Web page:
Early in the occupation, the UN staff began to repeat four paradoxical narratives about their response to the occupiers:
1) UN OHCHR had monitored the situation in Apaa for years, and did not ‘need’ the occupation to spur their engagement in the issue.
2) Since the occupation started, UN OHCHR had been working around the clock to engage the government on Apaa.
3) The occupation was preventing UN OHCHR from effectively working on solutions on the Apaa issue because a) staff were constantly distracted about the risk of outbreak of disease in the camp and b) by ‘hosting’ the occupiers they risked their image as a ‘neutral’ body that could effectively engage in dialogue with the Government.
4) The UN team’s ‘hands were tied’ from exerting pressure on the Government, because they rely upon governmental goodwill to remain in Uganda. As staff constantly reiterated, the UN OHCHR’s current mandate to operate in Uganda is set to expire in early 2019. In this context, UN staff insisted that applying direct pressure or making public statements condemning human rights abuses in Apaa could spell the end of their work in the country.
The contradictions inherent in these narratives were readily apparent to all concerned in Gulu. While the OHCHR had indeed spared one paragraph for Apaa in a 39-page report from 2013, community members pointed out that if the organisation had been continuously monitoring the situation since, its engagement had yielded shockingly few results: in recent years, human rights abuses in Apaa have only escalated.
Meanwhile, the assertion that UN OHCHR was suddenly vigorously engaging the Government over Apaa’s struggle (point 2) belied the claim that the occupation was a hindrance to advocacy (point 3). The latter seemed simply intended to frighten protesters into a rapid exit. Far from stymying the UN’s work on Apaa, the continuous pressure of 234 people living fulltime on OHCHR premises clearly spurred staff to urgently confront the Ugandan Government and army on the Apaa crisis. Finally, with point 4, the UN appeared to ask the community to protect the interests of the OHCHR when, protesters argued, the dynamic should have been the other way around.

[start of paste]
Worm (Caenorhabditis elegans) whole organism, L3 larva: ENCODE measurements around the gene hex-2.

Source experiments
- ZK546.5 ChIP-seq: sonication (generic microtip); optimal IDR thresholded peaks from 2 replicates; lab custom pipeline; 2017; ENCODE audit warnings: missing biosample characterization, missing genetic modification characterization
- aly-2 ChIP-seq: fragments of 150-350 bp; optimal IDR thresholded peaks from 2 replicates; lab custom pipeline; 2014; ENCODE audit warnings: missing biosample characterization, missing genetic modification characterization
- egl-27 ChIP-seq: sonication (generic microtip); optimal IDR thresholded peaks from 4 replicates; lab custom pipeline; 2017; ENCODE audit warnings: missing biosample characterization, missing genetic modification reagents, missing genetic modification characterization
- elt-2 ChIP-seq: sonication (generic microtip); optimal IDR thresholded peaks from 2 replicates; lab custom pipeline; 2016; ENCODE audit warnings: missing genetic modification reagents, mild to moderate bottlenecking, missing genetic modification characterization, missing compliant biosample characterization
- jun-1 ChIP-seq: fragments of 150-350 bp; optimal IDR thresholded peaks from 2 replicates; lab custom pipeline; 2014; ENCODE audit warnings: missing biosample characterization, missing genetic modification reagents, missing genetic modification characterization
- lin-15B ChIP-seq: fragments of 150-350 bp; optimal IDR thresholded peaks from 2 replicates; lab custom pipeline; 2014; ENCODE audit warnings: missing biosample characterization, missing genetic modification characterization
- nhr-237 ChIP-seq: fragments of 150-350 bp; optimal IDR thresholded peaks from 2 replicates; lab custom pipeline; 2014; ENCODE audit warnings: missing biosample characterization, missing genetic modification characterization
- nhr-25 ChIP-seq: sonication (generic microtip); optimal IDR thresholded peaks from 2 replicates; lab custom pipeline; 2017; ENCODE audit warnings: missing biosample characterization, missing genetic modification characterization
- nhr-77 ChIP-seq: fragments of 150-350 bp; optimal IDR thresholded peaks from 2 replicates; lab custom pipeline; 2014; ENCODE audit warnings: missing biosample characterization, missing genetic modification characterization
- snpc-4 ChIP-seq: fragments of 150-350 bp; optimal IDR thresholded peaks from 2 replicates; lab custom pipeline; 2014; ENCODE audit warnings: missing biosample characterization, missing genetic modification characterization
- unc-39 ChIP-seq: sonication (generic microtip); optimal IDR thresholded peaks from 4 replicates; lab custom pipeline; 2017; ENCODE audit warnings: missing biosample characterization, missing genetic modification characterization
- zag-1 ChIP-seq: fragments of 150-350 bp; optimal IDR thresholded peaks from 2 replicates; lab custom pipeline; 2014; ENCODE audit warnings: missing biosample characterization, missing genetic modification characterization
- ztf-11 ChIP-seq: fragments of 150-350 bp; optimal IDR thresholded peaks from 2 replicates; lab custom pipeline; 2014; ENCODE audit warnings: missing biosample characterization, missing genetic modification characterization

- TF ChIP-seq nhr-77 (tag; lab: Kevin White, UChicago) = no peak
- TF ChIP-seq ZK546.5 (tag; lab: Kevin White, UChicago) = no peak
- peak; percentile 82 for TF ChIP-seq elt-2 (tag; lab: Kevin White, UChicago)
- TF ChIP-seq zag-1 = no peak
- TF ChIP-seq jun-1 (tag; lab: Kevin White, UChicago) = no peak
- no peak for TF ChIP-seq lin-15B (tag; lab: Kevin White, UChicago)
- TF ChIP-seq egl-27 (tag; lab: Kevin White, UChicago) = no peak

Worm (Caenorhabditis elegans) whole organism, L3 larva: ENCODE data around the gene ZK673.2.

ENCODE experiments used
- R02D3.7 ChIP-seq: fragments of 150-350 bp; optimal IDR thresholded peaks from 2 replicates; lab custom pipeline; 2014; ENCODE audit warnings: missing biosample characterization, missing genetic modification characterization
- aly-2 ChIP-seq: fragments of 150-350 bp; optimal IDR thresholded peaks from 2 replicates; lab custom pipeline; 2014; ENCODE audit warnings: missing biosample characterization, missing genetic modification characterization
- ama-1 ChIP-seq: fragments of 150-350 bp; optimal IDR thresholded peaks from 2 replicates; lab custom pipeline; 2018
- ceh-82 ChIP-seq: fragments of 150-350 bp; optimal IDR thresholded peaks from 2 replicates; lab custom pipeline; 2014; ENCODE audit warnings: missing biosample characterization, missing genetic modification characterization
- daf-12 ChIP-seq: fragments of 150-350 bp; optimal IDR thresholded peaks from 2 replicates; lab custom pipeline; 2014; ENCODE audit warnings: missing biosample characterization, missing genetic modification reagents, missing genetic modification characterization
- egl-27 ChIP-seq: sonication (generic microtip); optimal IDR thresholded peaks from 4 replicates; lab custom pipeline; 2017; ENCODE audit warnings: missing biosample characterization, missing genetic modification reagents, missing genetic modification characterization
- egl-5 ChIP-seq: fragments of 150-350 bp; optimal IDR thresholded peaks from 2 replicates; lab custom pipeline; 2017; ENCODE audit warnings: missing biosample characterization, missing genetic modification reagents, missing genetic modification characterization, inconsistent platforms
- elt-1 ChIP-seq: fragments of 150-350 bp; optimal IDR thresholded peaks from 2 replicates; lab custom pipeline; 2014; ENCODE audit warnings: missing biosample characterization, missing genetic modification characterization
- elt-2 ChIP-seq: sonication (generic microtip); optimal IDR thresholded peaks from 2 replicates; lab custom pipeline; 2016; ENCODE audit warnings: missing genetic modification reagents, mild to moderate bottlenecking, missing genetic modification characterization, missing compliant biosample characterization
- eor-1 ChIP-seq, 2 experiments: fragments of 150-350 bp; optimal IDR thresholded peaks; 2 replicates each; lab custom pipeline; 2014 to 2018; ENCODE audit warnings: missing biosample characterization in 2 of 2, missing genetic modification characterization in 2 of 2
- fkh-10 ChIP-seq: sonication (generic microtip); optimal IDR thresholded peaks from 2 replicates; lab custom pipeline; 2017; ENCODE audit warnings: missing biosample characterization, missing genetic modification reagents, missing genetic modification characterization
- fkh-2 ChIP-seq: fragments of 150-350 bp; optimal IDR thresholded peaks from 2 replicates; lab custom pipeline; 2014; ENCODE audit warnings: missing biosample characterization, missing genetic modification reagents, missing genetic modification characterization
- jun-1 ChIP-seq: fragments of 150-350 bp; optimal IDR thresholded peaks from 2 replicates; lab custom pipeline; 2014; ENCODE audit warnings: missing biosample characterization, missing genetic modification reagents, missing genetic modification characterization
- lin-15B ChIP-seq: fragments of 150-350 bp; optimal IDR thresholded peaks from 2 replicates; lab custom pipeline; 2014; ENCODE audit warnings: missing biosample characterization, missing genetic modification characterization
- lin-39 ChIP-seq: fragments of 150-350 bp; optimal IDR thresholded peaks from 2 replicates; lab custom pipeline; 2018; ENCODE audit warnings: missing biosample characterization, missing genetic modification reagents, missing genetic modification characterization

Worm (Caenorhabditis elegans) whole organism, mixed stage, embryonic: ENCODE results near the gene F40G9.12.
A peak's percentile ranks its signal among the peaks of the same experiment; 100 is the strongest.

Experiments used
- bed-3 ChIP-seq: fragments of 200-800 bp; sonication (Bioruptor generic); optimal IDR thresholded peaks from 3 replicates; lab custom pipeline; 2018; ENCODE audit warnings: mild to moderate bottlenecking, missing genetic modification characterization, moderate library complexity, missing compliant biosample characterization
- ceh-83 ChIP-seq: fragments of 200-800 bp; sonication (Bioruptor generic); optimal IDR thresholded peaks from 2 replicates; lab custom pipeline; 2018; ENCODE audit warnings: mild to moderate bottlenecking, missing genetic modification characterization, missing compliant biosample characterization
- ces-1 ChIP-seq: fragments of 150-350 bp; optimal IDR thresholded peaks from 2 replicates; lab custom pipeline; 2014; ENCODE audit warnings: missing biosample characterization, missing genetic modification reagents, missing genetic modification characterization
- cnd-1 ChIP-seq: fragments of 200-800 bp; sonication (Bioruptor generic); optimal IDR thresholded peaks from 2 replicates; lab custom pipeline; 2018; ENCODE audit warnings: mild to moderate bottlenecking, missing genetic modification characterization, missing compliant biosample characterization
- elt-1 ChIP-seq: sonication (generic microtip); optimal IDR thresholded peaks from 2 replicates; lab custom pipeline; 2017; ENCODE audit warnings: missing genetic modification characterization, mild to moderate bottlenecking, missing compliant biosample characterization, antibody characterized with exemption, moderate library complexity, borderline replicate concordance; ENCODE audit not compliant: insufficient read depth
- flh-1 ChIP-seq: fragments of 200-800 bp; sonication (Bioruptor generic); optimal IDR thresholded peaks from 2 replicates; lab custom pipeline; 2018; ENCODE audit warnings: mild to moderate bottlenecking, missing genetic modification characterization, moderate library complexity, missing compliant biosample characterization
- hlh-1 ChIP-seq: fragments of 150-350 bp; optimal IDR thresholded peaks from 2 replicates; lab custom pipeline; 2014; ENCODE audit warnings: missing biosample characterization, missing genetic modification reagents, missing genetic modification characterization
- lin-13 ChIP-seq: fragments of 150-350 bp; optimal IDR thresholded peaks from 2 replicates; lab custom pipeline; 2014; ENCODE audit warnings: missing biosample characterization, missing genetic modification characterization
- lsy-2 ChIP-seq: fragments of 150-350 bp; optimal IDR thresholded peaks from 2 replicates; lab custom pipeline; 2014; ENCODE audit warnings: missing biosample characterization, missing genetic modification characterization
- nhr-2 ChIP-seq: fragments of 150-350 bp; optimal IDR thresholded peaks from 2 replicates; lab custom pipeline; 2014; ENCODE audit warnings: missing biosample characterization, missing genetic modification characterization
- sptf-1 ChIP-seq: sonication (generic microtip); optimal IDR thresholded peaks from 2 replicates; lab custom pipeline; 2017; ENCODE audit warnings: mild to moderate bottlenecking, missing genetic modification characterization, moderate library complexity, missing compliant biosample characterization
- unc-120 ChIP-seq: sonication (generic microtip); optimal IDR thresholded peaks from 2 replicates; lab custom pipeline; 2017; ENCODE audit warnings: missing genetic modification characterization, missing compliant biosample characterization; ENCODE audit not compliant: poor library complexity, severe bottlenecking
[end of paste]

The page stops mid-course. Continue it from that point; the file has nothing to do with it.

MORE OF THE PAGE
Throughout the protest, occupiers remained frustrated that the UN would not engage with their requests or publicly condemn the abuses perpetrated against them. Contradicting information on their own website, UN Staff insisted that their mandate in Uganda restricts them to monitoring and does not extend to publishing reports or issuing statements condemning human rights abuses. In fact, the UN OHCHR eventually did issue a public statement which studiously avoided any critique of the Ugandan Government or expression of sympathy for the protesters, and even went as far as praising “law enforcement agencies on site” for acting “in line with human rights principles.”
Eventually, in their efforts to avoid upsetting the Government by appearing to “side” with the occupiers, UN OHCHR began to treat the Apaa community unkindly, even inhumanely. Determined to make their stay as unpleasant as possible, the UN soon began to block all well-wishers, family, religious leaders, and — particularly strikingly for an organisation that touts its commitment to press freedom — journalists from visiting the community. When the pit latrine filled up, staff initially refused to allow local civil society groups to have it emptied. For four days, the occupiers struggled in unhygienic conditions until the intervention of an MP pushed the UN office to relent.
Read the second article which explores how the UN responded to the occupation of its offices in Gulu and what this occupation tells us about the way the UN tackles governmental human rights abuses.
Tessa Laing is a doctoral researcher in Development Studies at the University of Cambridge and worked for five years in northern Uganda working with community groups and advising the local government. She holds a Master’s degree in Anthropology from the University of Canterbury.
Sara Weschler has been involved in a range of post-conflict recovery projects in northern Uganda since 2007. From 2011-2012, while working for the Gulu-based Information for Youth Empowerment Programme, she served as designer and coordinator for an OSIEA-funded project entitled “Capacity Building for Women and Youth Land Rights in Gulu and Nwoya District.” She holds a Master’s degree in African Studies from Columbia University, where her thesis focused on the colonial-era history of forced displacement in Acholiland.
The views expressed in this post are those of the author and in no way reflect those of the Africa at LSE blog, the Firoz Lalji Centre for Africa or the London School of Economics and Political Science.
Bibliographic Sources Not Available Online
Branch, Adam. Displacing Human Rights: War and Intervention in Northern Uganda. Oxford: Oxford University Press, 2011.
Girling, F. K. The Acholi of Uganda. London: H.M. Stationery Off, 1960.
Postlethwaite, J.R. P. I Look Back. London: T.V. Boardman, 1947.
Serwajja, Eria. “The Quest for Development Through Dispossession: Examining Amuru Sugar Works Lakang-Amuru District of Northern Uganda.” International Academic Conference on Global Land Grabbing II: October 17-19, 2012. Land Deals Politics Initiative. Ithaca, NY: Cornell Land Project, 2012.
Sullivan, C. E. E. “Nile Province: Gulu Station, Opening of.” 15 December 1910. Secretariat Minute Paper 982. Class A46, Box 351. Uganda National Archives, Entebbe.
Thomas, H. B. & Robert Scott. Uganda. London: Oxford University Press, 1935.